The tragedy of Granny Goodness and what she had to give away of herself to survive mirrors what many women have had to live through before there was a way to talk about what was unfair in society. Granny Goodness was created in 1971, during a time when women were just beginning to fight hard for equality and control over their own bodies. I saw Granny as a way to show how women have survived for eons before the current awakenings going on now and also as a stand-in for a kind of second wave feminism.

Granny is strong and capable before there was a large enough number of women with her to truly make a difference and to implement change on Apokolips. She was alone, with Darkseid having absolute control over her, and she was not seen as fully equal by his cronies. One of the tragedies of Granny is she’s trying to make a group of allies for herself that she can control with the Female Furies only to realize that she cannot understand them because she is a victim of the systems that informed her. She’s trapped by things that she did as she tried to survive her own miserable circumstances on Apokolips.

To me, Granny suffers desperately from being the only woman at the table and having to fight so hard to keep her place, so when change finally comes, she cannot perceive it or welcome it because she sees it as dangerous to her way of life. She can only reject the new wave of ideas and action that bubble up because she is frightened of letting go of what little power she was afforded by the system that made her. Granny can do nothing except try to maintain a status quo because that is the only thing she knows will work. It’s tragic and makes Granny Goodness an amazingly rich character to write and to consider. It is devastating that she is unable to participate in the awakening that Barda has other than to try and squash it.

As much as I was entranced with Granny, for me, the key to unlocking this story was Big Barda and her awakening. Because even in Kirby’s version, that is a huge part of her story—her rejection of Apokolips and her turn toward love and a different way of living her life. It’s a great tale and it’s one that we all love. I knew that for our story, I needed to pull directly from the source and to honor it. So, I looked deeply at the inciting moment that changed her life—the meeting of Scott Free which occurs in Mister Miracle #9. (Happily, you can read it in the back of the Female Furies trade paperback to see my inspiration and how our miniseries really is an expansion of that issue.)

When I read that issue, I knew that I had a story that I could expand out. One that dealt with the themes that interested me and the questions that I had about how women deal with male power and how they resist against it once a breaking point occurs. Big Barda and Scott Free have one of the biggest love stories in comics and it’s a great one. It has all the elements of an epic story: war, secrets and true love. 

Any societal change and awakening is not easy, and it was important to highlight that in Female Furies. Big Barda was the obvious character to take on the mantle of hero and leader because in Kirby’s own story, she makes a choice to change her life and to leave the world she knows at great cost. Speaking up takes bravery and strength. Changing course takes courage. But while Barda ultimately goes on the journey and lives her life in a new way, to me it was Aurelie who started the conversation and took the first step. Barda is just the one who amplifies it until its heard by the others.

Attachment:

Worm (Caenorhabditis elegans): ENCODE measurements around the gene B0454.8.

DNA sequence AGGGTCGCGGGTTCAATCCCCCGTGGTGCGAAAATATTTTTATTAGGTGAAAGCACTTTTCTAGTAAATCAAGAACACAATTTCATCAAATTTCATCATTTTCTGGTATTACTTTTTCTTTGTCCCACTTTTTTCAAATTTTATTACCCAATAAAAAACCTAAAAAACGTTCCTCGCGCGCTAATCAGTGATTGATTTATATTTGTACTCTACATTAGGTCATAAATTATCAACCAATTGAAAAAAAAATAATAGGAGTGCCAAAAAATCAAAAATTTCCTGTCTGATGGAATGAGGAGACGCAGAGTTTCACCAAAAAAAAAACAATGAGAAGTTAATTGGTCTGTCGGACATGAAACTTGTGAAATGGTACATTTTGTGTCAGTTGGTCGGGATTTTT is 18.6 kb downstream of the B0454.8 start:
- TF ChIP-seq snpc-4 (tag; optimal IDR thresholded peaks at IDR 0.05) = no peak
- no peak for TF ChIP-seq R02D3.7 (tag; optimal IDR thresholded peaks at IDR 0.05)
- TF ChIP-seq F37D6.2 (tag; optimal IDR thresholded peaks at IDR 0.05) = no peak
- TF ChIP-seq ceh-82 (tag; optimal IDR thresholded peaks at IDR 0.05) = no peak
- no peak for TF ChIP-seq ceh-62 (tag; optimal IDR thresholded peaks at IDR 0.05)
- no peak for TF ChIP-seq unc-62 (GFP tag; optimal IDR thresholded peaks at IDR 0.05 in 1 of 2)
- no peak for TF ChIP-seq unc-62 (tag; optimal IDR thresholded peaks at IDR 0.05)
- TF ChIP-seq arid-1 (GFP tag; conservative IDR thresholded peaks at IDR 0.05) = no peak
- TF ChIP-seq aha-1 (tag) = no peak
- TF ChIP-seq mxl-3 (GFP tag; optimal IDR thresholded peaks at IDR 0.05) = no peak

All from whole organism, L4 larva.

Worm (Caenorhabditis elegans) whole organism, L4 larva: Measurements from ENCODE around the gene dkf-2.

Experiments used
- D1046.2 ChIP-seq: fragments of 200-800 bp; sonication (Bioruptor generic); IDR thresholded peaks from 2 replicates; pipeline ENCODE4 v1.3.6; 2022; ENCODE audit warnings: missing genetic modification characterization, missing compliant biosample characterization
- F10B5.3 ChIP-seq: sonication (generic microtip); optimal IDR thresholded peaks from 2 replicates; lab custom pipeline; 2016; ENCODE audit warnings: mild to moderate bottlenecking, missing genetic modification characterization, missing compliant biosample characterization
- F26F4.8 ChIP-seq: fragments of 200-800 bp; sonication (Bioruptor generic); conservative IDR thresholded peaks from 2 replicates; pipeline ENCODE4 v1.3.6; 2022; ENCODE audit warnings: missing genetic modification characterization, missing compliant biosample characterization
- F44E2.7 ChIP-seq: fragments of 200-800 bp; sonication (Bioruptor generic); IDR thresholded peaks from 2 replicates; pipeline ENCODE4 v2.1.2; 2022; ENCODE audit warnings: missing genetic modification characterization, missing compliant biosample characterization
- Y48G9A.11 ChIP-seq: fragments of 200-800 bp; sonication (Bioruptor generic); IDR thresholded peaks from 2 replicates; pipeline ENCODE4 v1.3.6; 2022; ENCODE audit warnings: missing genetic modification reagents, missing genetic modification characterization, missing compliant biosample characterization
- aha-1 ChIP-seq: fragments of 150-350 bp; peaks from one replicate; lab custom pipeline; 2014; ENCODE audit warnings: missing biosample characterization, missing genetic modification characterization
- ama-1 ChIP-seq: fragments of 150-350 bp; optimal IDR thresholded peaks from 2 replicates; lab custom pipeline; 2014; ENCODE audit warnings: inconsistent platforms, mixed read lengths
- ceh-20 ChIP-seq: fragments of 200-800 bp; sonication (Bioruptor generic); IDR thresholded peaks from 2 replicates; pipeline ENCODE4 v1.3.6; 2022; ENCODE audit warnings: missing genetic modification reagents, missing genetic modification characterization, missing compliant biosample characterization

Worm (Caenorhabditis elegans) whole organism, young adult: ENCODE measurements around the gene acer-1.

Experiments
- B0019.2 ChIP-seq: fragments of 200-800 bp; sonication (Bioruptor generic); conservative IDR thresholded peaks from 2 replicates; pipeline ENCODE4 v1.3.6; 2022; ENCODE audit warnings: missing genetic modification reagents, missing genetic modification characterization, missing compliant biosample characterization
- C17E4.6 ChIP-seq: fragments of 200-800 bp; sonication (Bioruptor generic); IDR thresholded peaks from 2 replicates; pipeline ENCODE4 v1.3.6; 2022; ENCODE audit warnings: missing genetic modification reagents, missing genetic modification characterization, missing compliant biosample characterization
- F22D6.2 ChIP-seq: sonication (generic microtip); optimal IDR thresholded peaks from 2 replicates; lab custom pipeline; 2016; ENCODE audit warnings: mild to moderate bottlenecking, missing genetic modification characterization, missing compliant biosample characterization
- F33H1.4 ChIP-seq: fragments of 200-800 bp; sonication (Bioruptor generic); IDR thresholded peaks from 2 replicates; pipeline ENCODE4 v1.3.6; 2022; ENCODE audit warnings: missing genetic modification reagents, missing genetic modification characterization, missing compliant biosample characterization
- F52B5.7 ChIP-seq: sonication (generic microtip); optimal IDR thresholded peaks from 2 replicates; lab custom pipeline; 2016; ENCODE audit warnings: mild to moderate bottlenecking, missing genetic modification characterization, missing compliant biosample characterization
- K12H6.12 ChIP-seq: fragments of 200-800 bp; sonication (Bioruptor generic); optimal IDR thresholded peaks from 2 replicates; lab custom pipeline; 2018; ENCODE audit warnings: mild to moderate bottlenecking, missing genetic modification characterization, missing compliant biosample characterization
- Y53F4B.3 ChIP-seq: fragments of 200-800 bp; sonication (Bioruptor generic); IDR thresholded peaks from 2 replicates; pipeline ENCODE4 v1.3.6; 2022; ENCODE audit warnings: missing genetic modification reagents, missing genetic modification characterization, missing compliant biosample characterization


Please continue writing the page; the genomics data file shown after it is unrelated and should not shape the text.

In making Aurelie the main character at the start of the story, my hope was that readers would get to go through all the growing pains that awakenings go through and also the unfair reality that not all heroes who start change get to be around to see the change happen. There are many stages that happen to the individual and the group when light is shed on systemic misogyny and sexual harassment/assault. I felt that it was important to move through all the kinds of conversations and feelings it brings up: Disbelief, Denial, Awakening, Ally gathering and Action.

As we begin to notice systemic misogyny and other societal ills in our own world, I think that a miniseries like Female Furies gives the opportunity to look at classic stories and iconic characters and dig deeper into what makes them great and helps them to stand the test of time. Stories we love can withstand reexamination. Characters who are not front and center deserve to have a light shone on them. Because when only one kind of voice tells the story, you don’t get the full story. I hope that in reading Female Furies, people can see the richness that is inherent in updating a tale to be even more in step with the concerns of the current day.


Female Furies by Cecil Castellucci, Adriana Melo and Hi-Fi is now available in print and as a digital download.

Cecil Castellucci is the Eisner nominated and New York Times bestselling writer of Batgirl, Female Furies, Shade the Changing Girl, Plain Janes and much more. Be sure to follow her on Twitter at @misscecil.